Key drug. Key drugs chosen because they were first in their class and are still used. See Table 44-1 for discussions in other chapters of drugs commonly used for prophylaxis.
∗Some products are off the market now, but available as combination products.
A wide variety of drugs are used for the treatment of migraines. They are divided into medications that are effective in acute treatment of migraine symptoms and medications used for chronic prophylaxis. The most commonly used migraine medications are the serotonin1 (5-HT1) receptor agonists, commonly known as the “triptans.” Migraine-specific products are discussed in detail in this chapter. Abortive medications include acetaminophen, aspirin, and NSAIDs, as well as triptans. Preventative medications approved by the FDA also include β-blockers, calcium channel blockers, TCAs, SSRIs, and anticonvulsants. Only their use in the treatment of migraines is discussed in this chapter.
Migraine is a primary disorder of the brain that still is poorly understood. Genetics is linked to the incidence of hemiplegic migraines, and because 70% to 80% of migraine sufferers have a family history of migraine, genetic components that have not been identified are probably involved. A single explanation that encompasses all of the phenomena that occur with migraine has eluded researchers to date. Many neural events can cause dilation of blood vessels, which causes pain and other nerve activation. The underlying physiologic problem appears to be the dysfunction of an ion channel in brainstem neurons that normally modulate sensory input and exert neural influence on cranial vessels. The brain neurotransmitters involved are primarily from the serotonergic system. Serotonin receptor subtypes, including 1B, 1D, and 1F, play a role in cerebral vasodilation and trigeminal nerve activation, which are believed to be the precursors of migraine pain.
Headaches represent a very common complaint in primary care. They have many causes, ranging in seriousness from stress to brain tumor; therefore, the cause must be determined whenever possible for effective therapy to be determined.
Tension headache (THA), the most common type of headache, usually is described as vise-like pressure associated with stress and/or fatigue. The pain of THA usually is generalized but may be worse in the area of the neck and the back of head. These patients are generally treated with analgesics for mild to moderate pain. (See Chapter 43 for more information on pain management.)
Approximately 23 million Americans are afflicted with migraine headaches. Migraine headaches usually begin in the teenage years, peaking between the ages of 25 and 34; they are three times more prevalent among women than men. These headaches represent a debilitating and costly medical problem. For a variety of reasons, a large group of persons do not seek medical care for their migraines.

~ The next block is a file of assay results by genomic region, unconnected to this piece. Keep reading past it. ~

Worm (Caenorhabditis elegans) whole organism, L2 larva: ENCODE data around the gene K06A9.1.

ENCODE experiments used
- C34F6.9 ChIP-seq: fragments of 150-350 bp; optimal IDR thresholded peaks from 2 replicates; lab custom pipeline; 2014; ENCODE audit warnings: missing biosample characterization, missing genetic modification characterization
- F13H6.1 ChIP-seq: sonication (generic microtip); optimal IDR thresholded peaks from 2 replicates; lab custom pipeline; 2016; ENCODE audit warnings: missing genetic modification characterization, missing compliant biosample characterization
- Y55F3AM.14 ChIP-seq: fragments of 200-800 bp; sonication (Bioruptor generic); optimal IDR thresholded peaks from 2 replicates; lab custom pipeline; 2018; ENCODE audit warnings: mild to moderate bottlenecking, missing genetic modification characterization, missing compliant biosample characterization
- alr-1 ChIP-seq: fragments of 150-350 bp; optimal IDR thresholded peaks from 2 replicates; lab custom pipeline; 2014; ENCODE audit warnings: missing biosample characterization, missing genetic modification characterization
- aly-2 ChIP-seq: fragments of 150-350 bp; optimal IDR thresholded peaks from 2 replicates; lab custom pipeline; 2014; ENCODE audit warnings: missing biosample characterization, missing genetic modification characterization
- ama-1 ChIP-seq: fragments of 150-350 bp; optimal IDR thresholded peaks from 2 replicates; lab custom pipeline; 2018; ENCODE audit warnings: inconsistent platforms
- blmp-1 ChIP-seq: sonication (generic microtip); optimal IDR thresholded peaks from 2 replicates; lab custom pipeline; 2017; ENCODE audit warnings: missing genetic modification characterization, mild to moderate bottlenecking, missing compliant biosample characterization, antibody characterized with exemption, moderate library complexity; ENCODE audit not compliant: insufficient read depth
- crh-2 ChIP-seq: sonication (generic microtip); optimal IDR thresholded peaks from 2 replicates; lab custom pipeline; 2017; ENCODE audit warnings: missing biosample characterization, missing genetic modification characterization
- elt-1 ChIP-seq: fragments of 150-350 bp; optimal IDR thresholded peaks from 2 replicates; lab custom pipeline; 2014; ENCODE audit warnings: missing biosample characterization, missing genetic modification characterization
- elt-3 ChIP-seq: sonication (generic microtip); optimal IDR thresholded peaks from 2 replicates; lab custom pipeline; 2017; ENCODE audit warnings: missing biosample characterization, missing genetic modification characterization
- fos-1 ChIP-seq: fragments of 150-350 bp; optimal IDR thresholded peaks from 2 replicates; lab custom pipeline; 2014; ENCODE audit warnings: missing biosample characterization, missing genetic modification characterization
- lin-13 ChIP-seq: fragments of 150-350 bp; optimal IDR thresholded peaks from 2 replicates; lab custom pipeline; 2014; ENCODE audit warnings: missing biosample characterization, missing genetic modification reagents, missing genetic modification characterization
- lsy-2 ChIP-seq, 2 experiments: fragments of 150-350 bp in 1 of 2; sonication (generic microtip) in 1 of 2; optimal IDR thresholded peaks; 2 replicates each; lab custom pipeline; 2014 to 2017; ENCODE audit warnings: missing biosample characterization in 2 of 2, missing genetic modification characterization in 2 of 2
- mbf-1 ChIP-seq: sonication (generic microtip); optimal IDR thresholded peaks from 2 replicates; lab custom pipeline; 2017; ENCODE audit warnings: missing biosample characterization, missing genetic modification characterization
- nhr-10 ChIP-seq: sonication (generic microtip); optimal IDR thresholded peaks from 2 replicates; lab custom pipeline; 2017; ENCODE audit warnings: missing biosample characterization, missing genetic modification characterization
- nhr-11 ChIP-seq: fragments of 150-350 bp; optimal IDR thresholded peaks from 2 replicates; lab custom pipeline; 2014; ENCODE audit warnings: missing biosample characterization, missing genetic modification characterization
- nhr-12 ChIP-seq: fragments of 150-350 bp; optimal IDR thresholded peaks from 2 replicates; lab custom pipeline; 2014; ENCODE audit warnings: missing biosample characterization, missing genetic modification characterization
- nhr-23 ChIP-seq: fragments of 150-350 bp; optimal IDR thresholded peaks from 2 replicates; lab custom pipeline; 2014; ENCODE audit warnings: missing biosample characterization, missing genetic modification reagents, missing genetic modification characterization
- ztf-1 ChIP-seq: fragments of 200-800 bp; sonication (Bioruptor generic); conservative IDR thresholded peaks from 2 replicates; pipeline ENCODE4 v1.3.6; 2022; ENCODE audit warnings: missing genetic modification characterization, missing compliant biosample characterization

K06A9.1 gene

Migraine symptoms vary. All migraines are paroxysmal in nature—clearly defined attacks separated by symptom-free intervals. Daily or continuous headaches usually are not migraines but are tension or vascular headaches. Migraines are classified as with aura or without aura and are graded as mild, moderate, or severe in intensity. The duration of migraine is an important variable because the clinician must choose medications whose duration of action is adequate. Classic migraines go through specific phases (Table 44-2).
Complicated migraines, which are less common, are characterized by attacks in which neurologic symptoms last for the entire headache or for several days or weeks or, in some cases, leave a permanent neurologic deficit. Complicated migraines are divided into three subtypes. An ophthalmoplegic migraine affects the third, fourth, or sixth cranial nerve; permanent damage to the third nerve has been reported. Hemiplegic migraine is characterized by both motor and sensory symptoms that are unilateral and may last longer than the headache itself; this type is very rare. Complete recovery from these symptoms may take weeks, and permanent weakness can occur following multiple attacks. Basilar-type migraine is characterized by any combination of vertigo, diplopia, dysarthria, tinnitus, decreased hearing, ataxia, simultaneous bilateral paresthesias, and altered consciousness. It may be difficult sometimes to distinguish between visual symptoms of a classic migraine and basilar artery migraine, although the latter is more likely to affect both visual fields.
A transformed migraine is a long-lasting headache that results from overuse of pain and/or migraine medications. Following a migraine episode, the patient has rebound headache daily or nearly daily. Medications that can cause this include caffeine, acetaminophen, NSAIDs, barbiturates, sedatives, narcotics, ergots, and triptans.
Diagnosed migraine must meet specific criteria established by the National Headache Foundation (Box 44-1). A diagnostic workup headache history includes age of onset of headaches; duration of complaint; frequency and duration of each headache; site, quality, and time of onset; associated phenomena; and aggravating and relieving factors. Physical examination, including neurologic examination, is typically normal. Some patients experience substantial burden from their migraines. The Migraine Disability Assessment Scale (MIDAS) is a five-item questionnaire that is used in practice (see Goadsby et al, 2002, for questionnaire uhs.berkeley.edu/home/healthtopics/pdf/assessment.pdf) to help the clinician measure how much intervention is required to improve the patient’s quality of life.